Education, Policy and Social Justice: Learning and Skills

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A&C Black, Aug 22, 2009 - Education - 216 pages
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James Avis develops an important argument in this wide-ranging book, in which questions of social justice play a central role. He explores the socio-economic and policy context of education in advanced capitalist societies, and indicates the manner in which the rhetoric of policy-makers distorts the way in which skill is marshalled in the economy. The result is that oppressive and exploitative features of paid labour are underplayed in this rhetoric. He examines the lived experiences of teachers and students in post-compulsory education and explores their contradictory positions. If questions of social justice are to be addressed, an economically driven model of education should be rejected in favour of one that is politically engaged and utilises an expansive model of practice, extending into the wider society.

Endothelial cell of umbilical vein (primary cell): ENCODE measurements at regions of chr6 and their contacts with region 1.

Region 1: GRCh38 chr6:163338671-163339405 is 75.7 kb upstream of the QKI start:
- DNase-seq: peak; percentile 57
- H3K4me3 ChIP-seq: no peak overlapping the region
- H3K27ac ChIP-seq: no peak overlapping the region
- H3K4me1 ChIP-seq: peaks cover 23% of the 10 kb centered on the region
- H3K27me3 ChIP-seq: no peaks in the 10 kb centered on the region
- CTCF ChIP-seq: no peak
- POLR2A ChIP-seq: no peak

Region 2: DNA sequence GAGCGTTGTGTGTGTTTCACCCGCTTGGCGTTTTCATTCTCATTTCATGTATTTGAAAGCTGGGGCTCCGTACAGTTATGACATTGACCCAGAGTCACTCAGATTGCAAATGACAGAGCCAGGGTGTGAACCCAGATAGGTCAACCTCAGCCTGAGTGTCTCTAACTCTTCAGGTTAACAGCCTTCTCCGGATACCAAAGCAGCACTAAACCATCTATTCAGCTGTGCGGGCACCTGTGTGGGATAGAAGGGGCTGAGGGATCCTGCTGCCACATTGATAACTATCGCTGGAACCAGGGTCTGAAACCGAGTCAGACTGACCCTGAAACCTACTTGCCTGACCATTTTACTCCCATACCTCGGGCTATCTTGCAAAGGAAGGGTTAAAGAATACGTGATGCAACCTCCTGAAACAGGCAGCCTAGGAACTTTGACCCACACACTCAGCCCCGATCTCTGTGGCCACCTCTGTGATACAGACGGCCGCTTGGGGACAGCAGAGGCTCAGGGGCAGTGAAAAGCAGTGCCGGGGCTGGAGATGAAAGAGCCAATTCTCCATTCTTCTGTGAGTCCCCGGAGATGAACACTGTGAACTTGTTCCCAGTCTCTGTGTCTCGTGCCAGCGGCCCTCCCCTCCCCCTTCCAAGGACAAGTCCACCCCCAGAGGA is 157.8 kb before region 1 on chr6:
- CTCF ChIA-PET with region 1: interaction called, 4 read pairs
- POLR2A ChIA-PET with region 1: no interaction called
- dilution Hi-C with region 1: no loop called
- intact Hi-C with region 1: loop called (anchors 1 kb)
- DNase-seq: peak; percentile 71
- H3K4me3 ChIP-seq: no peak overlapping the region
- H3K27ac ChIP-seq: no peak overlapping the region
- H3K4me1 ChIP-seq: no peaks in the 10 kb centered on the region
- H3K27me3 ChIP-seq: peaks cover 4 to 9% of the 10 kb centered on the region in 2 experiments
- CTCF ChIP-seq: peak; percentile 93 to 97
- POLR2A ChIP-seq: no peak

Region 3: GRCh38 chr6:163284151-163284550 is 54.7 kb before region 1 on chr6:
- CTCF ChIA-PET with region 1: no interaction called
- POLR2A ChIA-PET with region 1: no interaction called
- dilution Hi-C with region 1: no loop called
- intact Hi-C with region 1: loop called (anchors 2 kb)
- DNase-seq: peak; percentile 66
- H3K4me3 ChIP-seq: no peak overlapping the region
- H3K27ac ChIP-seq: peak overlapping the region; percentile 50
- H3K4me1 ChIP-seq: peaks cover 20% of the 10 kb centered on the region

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Contents

Chapter 1 Introduction
1
Chapter 2 Fordism postFordism and Beyond
9
Learning to Labour and the New Vocationalism
37
Continuity and Change
65
Chapter 5 Teachers and the Transformation of Practice
89
Chapter 6 Knowledge Curriculum and Power
121
Chapter 7 Social Justice Postcompulsory Education and Practice
143
Chapter 8 Conclusion
169
Chapter 9 Postscript
181
References
203
Index
225
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About the author (2009)

James Avis is Professor of Post-compulsory Education and Training at the University of Huddersfield, UK.

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